It is no secret that doing business in Denmark can be an expensive undertaking. In March, a Europe-wide comparison found that labour costs in the country are the most expensive in the EU.
In recent years, this has prompted a large number of Danish companies to outsource parts of their business activities overseas, especially to Asia. But the tide could be turning and, in some industries, businesses are recognising that it can make financial and strategic sense to come home, if not to Denmark, at least to Europe.
The Spanish businesswoman Patricia M Montesinos runs Ilabis, a consultancy that helps Danish small and medium-sized enterprises (SMEs) move their operations to Spain. Montesinos has lived and worked in Denmark for three and a half years, before which her career spanned a number of industries in Spain and Latin America.
Fashion for Spain
Montesinos has already helped Danish companies in the fashion industry to move production to Alicante on Spain’s Costa Blanca. She explained that there are both general and industry-specific advantages to this course of action.
“There are a number of advantages to moving your production to Spain,” she said.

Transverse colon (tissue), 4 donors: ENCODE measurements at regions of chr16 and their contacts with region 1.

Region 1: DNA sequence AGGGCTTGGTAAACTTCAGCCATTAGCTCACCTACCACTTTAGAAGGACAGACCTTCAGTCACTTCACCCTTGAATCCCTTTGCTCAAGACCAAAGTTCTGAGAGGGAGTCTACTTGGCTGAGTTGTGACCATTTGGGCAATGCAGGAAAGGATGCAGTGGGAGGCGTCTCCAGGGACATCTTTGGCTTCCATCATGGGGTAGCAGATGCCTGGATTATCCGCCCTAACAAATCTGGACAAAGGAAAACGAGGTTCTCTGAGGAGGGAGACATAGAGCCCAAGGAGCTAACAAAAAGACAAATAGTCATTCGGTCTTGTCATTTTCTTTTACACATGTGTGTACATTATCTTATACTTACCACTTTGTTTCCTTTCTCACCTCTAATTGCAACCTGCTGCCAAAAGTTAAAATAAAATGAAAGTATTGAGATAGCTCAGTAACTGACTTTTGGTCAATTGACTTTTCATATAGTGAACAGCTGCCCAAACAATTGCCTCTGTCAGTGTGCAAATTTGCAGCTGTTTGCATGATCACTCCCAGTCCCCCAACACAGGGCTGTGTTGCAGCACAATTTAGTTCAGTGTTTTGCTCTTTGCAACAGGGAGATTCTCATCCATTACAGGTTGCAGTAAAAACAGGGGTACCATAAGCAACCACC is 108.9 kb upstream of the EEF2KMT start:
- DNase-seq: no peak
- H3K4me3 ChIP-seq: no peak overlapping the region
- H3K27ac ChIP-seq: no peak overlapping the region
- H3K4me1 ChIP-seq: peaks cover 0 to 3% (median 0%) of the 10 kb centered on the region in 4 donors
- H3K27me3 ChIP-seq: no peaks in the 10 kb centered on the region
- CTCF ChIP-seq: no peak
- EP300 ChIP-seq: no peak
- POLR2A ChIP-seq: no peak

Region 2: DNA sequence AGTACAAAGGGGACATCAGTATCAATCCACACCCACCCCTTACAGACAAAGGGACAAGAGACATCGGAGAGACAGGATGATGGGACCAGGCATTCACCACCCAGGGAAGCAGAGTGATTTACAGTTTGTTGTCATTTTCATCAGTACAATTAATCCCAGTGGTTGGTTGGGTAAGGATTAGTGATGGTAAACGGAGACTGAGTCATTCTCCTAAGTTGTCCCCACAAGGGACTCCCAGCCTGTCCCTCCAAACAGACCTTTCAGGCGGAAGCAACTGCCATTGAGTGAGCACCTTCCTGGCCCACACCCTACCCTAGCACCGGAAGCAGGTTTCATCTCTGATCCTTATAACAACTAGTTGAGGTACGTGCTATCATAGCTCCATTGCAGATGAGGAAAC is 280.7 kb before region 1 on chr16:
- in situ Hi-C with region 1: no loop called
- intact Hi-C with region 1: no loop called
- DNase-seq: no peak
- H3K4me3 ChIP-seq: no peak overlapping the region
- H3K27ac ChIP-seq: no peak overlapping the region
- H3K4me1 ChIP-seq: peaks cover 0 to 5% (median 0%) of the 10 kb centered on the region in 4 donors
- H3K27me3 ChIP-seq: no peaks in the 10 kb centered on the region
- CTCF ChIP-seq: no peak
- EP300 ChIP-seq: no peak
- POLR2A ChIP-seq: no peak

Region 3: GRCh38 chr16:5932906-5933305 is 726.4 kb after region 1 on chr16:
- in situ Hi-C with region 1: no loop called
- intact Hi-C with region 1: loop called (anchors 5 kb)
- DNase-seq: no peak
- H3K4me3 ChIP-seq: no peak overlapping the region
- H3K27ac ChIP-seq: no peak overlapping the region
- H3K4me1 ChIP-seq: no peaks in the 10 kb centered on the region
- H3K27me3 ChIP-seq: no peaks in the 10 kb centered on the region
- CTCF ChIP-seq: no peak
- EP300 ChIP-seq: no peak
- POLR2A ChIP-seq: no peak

“The cost of doing business in Asia is rising, making Spanish production costs competitive. There are lower cultural barriers for Danish companies, a similar business environment, a comparable tax system, local suppliers, skilled professionals and no time difference.”
Responsive to trends
The textile and footwear industries in Alicante have a long and proud tradition, making for an extremely well qualified workforce at the disposal of fashion companies that base their production there. According to Montesinos, faster delivery is also key. “In Spain it is possible to work in smaller volumes and take delivery much faster than you typically can with production in China, for example,” she said.
“This is vital for designers, who are increasingly working with smaller collections and want to be able to respond to the trends right now.”
Montesinos sees her role as being the bridge between Danish SMEs and potential Spanish partners. “Although the business cultures are similar, there are small differences that it helps to understand,” she explained.
“There is a different way to negotiate in Spain. It takes a little more time. Whereas Danes are very direct, Spaniards might want to have lunch together in order to build the relationship.”
Watch this space
Montesinos expects more companies to follow. “The Spanish government wants to invest in bringing foreign business to the country and there are lots of synergies for the many Danish SMEs looking for a new production strategy,” she explained.